Rather that clutter up the new act posting and commentary, I wanted to make a separate post with other thoughts, not necessarily related to the posting of "The Amazon Charter." This, then, is everything else I've been doing over the past week.
I've come to realize I actually really dislike action scenes. Or at least writing them. Or, perhaps, I'm just a bit out of practice doing them. A lot of chapter four has been writing action scenes, and I think perhaps I've turned a fundamental corner in the story so far. Almost everything so far has been preparation, introspection. There are a few action scenes, but not many. Chapter four, however, is a big battle over Jusenkyo. Chapter six is another big, almost chapter-long conflict. The gap between 3 and 4 may well be a dividing line, after which the story kicks into high gear, so to speak.
Writing action is tough. At least, there's a temptation to be mechanical, to describe every action in perfect detail. It reminds me of an old piece of advice I heard about a different topic: writing sex scenes. "Write sex scenes like you're making coffee, and write making coffee like you're having sex." The way I've always interpreted this has meant that mechanical, high levels of detail get in the way of the emotions of an action. That is, it's better to step back for a sex scene and be very broad and figurative. That at least applies when the only thing the characters are doing is having sex. If, say, you had one character trying to pump another for information while they're having sex, obviously you have to approach the scene quite differently. That's a case where each detail has consequences. Depending on how or why one makes a cup of coffee, the same reasoning may apply. The question is whether the details are important from a plot or significance standpoint, I suppose.
Applying this logic to action scenes, I think the guiding principle has to be whether the details of a battle are important to the plot as a whole. If you're just having a big fight, broad descriptions are good. Step back from the level of an individual fighting an army and look at the big picture. That's what I'm shooting for, anyway. Even still, there are times to zoom in, to take a look at the battle from one character's eyes and examine how it affects him. As always, one's distance from the characters, from the action, has a significant affect on how events are perceived.
Let me digress, however, to something of more pragmatic interest to a fanfic writer like me (as I happen to be at this time): hits. I actually monitor trends in my stories' hit counts rather closely, at least as I'm updating and posting. It's the reason why I decided on this experiment of weekly posting. All in all, I'm trying to increase the number of people who give the story a shot and increase the carry-over from first chapter to second, second to third, and so on.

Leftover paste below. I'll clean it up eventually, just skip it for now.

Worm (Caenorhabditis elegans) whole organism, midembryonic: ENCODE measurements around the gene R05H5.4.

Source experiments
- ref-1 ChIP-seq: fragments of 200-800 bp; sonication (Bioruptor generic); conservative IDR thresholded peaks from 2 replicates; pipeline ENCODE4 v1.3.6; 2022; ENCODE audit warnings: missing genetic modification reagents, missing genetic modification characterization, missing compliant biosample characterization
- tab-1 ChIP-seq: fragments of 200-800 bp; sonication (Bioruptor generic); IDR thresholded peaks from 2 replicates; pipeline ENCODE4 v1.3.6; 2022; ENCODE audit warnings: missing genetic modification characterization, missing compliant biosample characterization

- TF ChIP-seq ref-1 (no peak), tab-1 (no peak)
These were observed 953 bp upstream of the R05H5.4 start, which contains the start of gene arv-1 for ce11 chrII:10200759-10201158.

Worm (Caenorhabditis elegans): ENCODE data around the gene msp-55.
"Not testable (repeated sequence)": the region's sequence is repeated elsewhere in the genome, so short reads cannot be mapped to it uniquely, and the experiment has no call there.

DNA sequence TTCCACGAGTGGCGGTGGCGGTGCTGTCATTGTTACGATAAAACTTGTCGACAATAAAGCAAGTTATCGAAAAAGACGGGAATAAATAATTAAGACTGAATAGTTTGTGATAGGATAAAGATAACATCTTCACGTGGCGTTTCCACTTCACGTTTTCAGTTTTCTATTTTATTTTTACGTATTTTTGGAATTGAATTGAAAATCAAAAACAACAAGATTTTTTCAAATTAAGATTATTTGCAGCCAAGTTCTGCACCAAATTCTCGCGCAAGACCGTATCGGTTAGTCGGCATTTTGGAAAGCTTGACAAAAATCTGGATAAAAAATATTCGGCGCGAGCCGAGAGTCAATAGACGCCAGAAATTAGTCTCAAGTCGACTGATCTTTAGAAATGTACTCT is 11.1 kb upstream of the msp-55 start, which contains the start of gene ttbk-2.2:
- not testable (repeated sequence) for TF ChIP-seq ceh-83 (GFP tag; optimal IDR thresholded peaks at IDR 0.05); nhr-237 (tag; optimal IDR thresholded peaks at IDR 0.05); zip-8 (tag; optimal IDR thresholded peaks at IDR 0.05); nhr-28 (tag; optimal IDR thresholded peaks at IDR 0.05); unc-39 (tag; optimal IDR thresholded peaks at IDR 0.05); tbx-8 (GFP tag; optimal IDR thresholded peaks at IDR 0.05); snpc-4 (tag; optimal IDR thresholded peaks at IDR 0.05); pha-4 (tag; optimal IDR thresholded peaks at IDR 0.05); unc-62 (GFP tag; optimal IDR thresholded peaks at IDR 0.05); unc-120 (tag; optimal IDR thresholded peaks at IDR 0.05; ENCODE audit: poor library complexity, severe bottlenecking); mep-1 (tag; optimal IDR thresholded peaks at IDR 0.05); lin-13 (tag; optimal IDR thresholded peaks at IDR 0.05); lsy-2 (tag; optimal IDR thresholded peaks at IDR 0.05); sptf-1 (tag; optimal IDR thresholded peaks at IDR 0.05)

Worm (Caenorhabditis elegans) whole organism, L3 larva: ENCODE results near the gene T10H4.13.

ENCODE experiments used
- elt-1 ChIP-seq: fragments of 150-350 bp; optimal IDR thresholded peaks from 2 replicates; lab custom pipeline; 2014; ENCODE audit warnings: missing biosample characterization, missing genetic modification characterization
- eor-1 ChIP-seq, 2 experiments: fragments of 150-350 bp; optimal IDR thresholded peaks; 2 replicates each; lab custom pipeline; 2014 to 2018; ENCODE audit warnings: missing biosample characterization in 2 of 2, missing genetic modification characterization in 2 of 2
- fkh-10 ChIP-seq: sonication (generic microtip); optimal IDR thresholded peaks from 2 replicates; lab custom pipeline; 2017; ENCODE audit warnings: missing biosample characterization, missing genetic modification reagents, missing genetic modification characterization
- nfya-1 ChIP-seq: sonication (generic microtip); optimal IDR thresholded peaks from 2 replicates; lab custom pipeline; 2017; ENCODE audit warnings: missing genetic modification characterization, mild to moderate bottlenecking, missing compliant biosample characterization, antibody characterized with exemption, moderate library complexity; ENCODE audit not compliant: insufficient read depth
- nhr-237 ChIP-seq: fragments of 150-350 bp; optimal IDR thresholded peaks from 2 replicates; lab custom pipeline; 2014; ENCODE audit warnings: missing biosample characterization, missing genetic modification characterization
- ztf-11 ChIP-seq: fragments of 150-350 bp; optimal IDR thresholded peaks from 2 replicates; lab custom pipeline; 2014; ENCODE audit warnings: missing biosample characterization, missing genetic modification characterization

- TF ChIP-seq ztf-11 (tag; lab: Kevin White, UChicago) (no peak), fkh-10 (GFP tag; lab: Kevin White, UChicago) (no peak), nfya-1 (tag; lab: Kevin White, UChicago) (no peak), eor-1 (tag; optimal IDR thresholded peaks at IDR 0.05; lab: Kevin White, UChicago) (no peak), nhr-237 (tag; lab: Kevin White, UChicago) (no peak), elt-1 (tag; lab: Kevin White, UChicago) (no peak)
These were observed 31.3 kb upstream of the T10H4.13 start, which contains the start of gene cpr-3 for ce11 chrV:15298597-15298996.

Today I tweaked the FFN summary of Identity to something I felt might resonate better with the average Ranma fan--something that more closely hinges on the characters and their relationships. In some ways, I worry that this is misleading. Identity, I suspect, is rather plotty compared to most fanfics, and that's not something the new summary gets across. At the same time, I do think a summary should get across the premise without necessarily encompassing the whole story. This new summary is certainly closer to the initial premise of the story.
Is it a good thing to worry about hits? I suppose it depends on one's approach to storytelling. To me, most of the story is outlined and conceived of; there is very little I would do differently in terms of the actual content. I'm not here to cater to people's requests, although I do welcome and enjoy input and opinion. It's what I do to sell my story that I'm willing to experiment with. Looking at the stories that get lots of reviews, some are several years old and have been updated off and on for the better part of a decade. Some are new, however. Some are from authors with many one-shots and thus likely a decent-sized following; some are from authors on their first story, so who knows what really grabbed people. In the end, this isn't exact science. There are certainly things I could do that I don't--review spam is one way, I think. Even if I don't outright plug myself, reviewing would get my name out there, and if I give good feedback perhaps it would be win-win, but right now I'm cautious to even consider the notion. I don't review much at all; only when I feel like it. And that attitude is what I have to deal with from readers, too. So it's not like I expect a lot of reviews, but I do try.
Something I find sobering is that now, already just 5-6 months since I posted the first chapter, I'm about to have received more hits on Identity in the last month than Echoes ever had. Again, this saddens me, but it doesn't surprise me, either. I really enjoyed writing Echoes; in a lot of ways, it gave me the model for Identity and its overall structure. But I do find it interesting, all the same.
I'm almost done with 4.2 right now, so in theory I'm a day behind schedule. Things may slow down as I go into finals week, but I have a vacation scheduled for mid or late May (I don't recall) where I'll probably have to go on a week hiatus from posting anyway. That will be a convenient time to catch up. Overall the writing of chapter 4, despite my problems with action scenes, has been fairly good. I think I want to clean it up a lot, but it's coming along, at least, and in a way, I'm glad to not spend as much time on heavy introspection. I can let events add up and slowly take their toll on characters. It's a good place to be, balancing action with thought.